Umar, 3, loved to eat chocolate chip cookies and drink orange juice. All of this changed last September when he ingested a lithium button battery.
His parents never actually saw him swallow the battery, but they began to get suspicious when they noticed that Umar was particularly lethargic, lying on his bed and breathing but not moving.
"Umar is such a hyper kid -- it was confusing and scary at the same time," said Umar's mother, Sonia Khan. "It was frustrating because we couldn't figure what was wrong with him."
His parents immediately rushed him to the emergency department where a chest x-ray was taken. Doctors found what was initially presumed to be a button in his esophagus.
But when the physicians took him to the operating room, they found severe damage to his esophagus because of what turned out to be a lithium button battery.
"I was devastated," Sonia Khan said. "I broke inside. I was hearing everything but couldn't believe it."
The battery ate a hole in his esophagus. As a result, for the next three months Umar had to receive all of his nutrition by a tube that connected directly to his stomach.
"It was tough on him," his mother said. "He didn't understand why he couldn't eat. We all had to hide from food from him."
Research published Monday in the journal Pediatrics suggests that Umar's life-threatening ordeal is an increasingly common one. Specifically, the study found that the number of children being taken to emergency departments with battery ingestions is on the rise.
In total, more than 65,000 visits involving kids who had ingested batteries occurred over the past 20 years. In the overwhelming majority, button batteries were the culprits.
These tiny batteries are becoming more and more ubiquitous as more devices powered by small lithium batteries -- the shiny, button-sized variety -- make their way into our homes.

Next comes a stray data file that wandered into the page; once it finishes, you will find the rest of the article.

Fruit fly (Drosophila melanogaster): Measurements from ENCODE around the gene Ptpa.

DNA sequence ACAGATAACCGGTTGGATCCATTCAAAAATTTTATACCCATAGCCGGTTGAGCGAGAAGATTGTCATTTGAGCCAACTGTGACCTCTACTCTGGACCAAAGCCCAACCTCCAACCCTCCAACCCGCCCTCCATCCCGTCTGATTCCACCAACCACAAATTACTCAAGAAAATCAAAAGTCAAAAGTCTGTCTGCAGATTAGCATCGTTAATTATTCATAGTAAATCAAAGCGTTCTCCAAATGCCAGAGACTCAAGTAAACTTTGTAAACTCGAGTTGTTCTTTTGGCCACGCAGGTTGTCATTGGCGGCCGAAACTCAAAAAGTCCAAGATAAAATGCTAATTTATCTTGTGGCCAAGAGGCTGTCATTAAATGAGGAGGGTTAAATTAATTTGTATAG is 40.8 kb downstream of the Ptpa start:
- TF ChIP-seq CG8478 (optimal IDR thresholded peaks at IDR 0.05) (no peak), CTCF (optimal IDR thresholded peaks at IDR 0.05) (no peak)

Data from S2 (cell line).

So what makes these batteries so dangerous? Part of the problem is that lithium batteries are especially appealing to the child's eye, as they can mimic candies and can easily fit into small mouths, ears or noses. Occasionally, if a child swallows one of these batteries, it can pass through his or her body without incident. But this isn't always the case.
Dr. Ian Jacobs, associate professor of ear, nose and throat at the University of Pennsylvania in Philadelphia, was one of the doctors who took care of Umar. He said if a lithium battery stays lodged in the esophagus for more than two hours, the battery can erode through the soft tissue of the esophagus and cause a hole. This can be fatal.
Children who survive still face serious health issues. They may experience permanent paralysis of the vocal cords that may forever rob them of their speech. These batteries can also be harmful if lodged in other places. They can burn through the cartilage in the nose or into the inner ear, causing hearing loss or difficulty breathing.
Dr. Toby Litovitz, executive and medical director of the National Capital Poison Center in Washington, D.C., has done extensive research on the major and fatal outcomes associated with button battery ingestions and maintains a national database on these and other incidents. She found in a separate study that from 1985 to 2009 there was almost a seven-fold increase in the percentage of button battery ingestions with major or fatal outcomes.
So what can parents do to prevent these potentially fatal ingestions? The first step is to keep the batteries out of children's reach.
Lithium batteries can be found in laptops, iPads, remote car keys, calculators, cameras, bathroom scales, digital thermometers, talking books, video games and even musical greeting cards. Litovitz recommended that parents "be vigilant and look at every product at home to see if it has a battery compartment that can be opened by the child and [if so, make sure it is] secured with heavy tape. If not, it needs to be treated like a medication -- up high, out of reach and locked up."
If parents suspect their child has ingested a battery -- or any other object, for that matter -- they should take them to the nearest emergency department immediately. The majority of ingestions are unwitnessed, according to the new study, and the signs of ingestion are not specific to the item ingested.
Some other tips for parents include:
If you see your child drooling, having difficulty swallowing, or vomiting, take him or her to the emergency department to get evaluated.
Do not second guess whether anything was ingested. Leave that to the emergency room doctors to determine. Time is critical with battery ingestions.
Both Jacobs and Litovitz emphasize that if children are not taken to the operating room within two hours, the outcomes could be fatal.
Umar was lucky. The hole in his esophagus spontaneously healed and today he is back to eating his favorite chocolate chip cookies and drinking his orange juice. He also started preschool in February and his mother, Sonia Khan, said he is doing well.
"Back to his active and playful self!" she said.